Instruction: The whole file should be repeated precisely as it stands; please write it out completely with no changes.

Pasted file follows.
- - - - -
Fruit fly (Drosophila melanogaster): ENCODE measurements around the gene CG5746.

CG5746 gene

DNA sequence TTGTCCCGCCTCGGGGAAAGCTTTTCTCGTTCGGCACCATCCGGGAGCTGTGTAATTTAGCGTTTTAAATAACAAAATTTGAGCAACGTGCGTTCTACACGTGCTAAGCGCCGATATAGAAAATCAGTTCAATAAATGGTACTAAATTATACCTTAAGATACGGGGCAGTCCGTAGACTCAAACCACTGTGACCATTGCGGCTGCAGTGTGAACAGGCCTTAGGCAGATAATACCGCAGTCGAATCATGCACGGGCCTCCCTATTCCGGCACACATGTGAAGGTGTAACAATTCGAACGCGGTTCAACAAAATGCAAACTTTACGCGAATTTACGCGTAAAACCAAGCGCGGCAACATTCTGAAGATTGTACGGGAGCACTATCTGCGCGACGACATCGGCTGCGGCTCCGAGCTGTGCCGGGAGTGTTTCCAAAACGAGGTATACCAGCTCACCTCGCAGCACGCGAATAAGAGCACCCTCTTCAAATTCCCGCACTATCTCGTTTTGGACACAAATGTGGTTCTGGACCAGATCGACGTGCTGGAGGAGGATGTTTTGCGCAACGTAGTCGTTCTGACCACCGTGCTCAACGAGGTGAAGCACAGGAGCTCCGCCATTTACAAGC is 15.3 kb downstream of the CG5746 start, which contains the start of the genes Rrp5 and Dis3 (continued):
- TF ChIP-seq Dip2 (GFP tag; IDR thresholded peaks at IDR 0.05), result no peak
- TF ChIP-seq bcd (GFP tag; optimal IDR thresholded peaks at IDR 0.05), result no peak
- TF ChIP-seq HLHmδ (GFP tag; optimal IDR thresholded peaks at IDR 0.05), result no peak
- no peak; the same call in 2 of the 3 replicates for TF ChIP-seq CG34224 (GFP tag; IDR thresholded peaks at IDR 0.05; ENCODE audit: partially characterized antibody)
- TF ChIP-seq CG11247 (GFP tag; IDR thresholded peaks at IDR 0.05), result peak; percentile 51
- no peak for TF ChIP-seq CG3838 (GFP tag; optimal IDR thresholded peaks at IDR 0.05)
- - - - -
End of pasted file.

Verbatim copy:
Fruit fly (Drosophila melanogaster): ENCODE measurements around the gene CG5746.

CG5746 gene

DNA sequence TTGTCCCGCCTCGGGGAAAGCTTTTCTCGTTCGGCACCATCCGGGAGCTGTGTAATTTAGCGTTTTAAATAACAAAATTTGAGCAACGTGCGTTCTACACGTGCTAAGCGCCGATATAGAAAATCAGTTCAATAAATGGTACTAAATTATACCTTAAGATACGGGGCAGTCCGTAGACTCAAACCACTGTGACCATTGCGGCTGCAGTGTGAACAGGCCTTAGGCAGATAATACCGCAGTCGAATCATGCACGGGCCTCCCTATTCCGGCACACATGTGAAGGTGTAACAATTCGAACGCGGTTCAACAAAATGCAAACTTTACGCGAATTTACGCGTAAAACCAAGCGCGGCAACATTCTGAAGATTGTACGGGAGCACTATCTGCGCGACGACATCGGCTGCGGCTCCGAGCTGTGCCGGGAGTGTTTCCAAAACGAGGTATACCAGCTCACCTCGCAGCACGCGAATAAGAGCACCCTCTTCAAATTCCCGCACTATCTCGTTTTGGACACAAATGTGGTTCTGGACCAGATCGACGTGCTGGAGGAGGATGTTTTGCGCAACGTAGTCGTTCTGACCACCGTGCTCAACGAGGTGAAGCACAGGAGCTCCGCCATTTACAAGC is 15.3 kb downstream of the CG5746 start, which contains the start of the genes Rrp5 and Dis3 (continued):
- TF ChIP-seq Dip2 (GFP tag; IDR thresholded peaks at IDR 0.05), result no peak
- TF ChIP-seq bcd (GFP tag; optimal IDR thresholded peaks at IDR 0.05), result no peak
- TF ChIP-seq HLHmδ (GFP tag; optimal IDR thresholded peaks at IDR 0.05), result no peak
- no peak; the same call in 2 of the 3 replicates for TF ChIP-seq CG34224 (GFP tag; IDR thresholded peaks at IDR 0.05; ENCODE audit: partially characterized antibody)
- TF ChIP-seq CG11247 (GFP tag; IDR thresholded peaks at IDR 0.05), result peak; percentile 51
- no peak for TF ChIP-seq CG3838 (GFP tag; optimal IDR thresholded peaks at IDR 0.05)